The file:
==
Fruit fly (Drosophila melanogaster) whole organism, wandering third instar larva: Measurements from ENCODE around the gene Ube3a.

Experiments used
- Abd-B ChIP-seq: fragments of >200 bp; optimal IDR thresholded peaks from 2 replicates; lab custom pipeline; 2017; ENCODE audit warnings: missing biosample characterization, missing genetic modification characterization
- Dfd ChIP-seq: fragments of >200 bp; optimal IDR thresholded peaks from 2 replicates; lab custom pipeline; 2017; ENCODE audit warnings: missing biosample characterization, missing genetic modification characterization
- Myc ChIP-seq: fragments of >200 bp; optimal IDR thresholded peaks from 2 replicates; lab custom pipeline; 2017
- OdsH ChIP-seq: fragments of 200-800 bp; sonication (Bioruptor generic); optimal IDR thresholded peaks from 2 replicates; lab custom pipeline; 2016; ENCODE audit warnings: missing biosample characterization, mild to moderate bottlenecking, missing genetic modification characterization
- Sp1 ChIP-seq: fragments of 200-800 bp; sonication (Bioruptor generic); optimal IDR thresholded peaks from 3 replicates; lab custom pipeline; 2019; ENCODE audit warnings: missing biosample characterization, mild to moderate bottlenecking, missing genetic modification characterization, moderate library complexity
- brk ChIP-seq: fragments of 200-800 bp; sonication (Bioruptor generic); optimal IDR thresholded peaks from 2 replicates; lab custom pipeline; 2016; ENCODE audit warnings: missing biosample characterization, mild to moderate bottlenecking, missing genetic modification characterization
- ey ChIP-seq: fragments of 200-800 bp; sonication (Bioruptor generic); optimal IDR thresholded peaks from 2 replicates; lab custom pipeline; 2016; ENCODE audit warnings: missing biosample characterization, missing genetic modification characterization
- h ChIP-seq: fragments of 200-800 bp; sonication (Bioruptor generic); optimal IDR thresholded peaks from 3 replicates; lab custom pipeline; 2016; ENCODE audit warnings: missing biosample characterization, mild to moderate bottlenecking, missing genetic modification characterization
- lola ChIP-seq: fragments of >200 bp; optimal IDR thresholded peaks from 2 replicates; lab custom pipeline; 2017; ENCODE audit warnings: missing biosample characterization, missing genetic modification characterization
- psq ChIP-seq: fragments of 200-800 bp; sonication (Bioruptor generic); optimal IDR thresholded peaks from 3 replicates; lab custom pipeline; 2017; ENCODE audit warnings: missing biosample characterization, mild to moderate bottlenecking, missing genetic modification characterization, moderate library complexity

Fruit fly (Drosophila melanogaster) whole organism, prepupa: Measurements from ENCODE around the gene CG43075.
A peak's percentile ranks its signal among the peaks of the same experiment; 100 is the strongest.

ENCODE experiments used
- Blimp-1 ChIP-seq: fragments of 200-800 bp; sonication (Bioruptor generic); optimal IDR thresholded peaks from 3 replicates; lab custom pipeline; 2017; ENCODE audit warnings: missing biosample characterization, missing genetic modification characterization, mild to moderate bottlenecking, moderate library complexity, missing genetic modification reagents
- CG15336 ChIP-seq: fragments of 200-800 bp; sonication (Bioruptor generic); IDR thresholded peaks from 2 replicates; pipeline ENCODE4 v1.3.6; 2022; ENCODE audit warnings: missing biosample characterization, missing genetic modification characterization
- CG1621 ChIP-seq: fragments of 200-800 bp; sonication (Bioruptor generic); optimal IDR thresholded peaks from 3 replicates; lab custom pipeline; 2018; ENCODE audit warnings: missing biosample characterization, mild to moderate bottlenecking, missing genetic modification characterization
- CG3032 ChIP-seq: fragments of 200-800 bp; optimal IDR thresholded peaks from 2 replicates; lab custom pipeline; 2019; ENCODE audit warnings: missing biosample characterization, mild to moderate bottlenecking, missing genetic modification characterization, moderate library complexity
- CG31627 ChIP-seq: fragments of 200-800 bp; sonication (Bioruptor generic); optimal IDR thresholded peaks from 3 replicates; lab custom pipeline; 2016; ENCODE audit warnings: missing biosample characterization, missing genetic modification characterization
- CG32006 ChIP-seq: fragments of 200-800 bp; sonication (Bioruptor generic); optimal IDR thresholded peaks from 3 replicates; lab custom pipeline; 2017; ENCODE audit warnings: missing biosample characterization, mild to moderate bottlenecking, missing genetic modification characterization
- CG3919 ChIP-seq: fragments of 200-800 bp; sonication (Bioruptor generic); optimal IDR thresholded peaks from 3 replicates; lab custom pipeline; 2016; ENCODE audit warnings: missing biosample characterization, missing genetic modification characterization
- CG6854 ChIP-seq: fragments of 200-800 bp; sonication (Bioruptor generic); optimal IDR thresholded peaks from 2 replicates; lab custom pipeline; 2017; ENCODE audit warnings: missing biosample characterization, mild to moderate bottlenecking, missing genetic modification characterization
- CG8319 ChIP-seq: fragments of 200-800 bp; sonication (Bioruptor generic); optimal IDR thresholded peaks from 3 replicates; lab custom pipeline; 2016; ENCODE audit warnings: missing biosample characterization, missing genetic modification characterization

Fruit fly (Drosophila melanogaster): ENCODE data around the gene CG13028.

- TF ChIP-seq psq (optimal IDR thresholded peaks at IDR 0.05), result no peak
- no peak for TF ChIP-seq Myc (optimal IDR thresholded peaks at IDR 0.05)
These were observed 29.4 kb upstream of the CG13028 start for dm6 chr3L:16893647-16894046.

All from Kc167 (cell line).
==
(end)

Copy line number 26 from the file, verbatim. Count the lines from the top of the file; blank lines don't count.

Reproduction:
- TF ChIP-seq psq (optimal IDR thresholded peaks at IDR 0.05), result no peak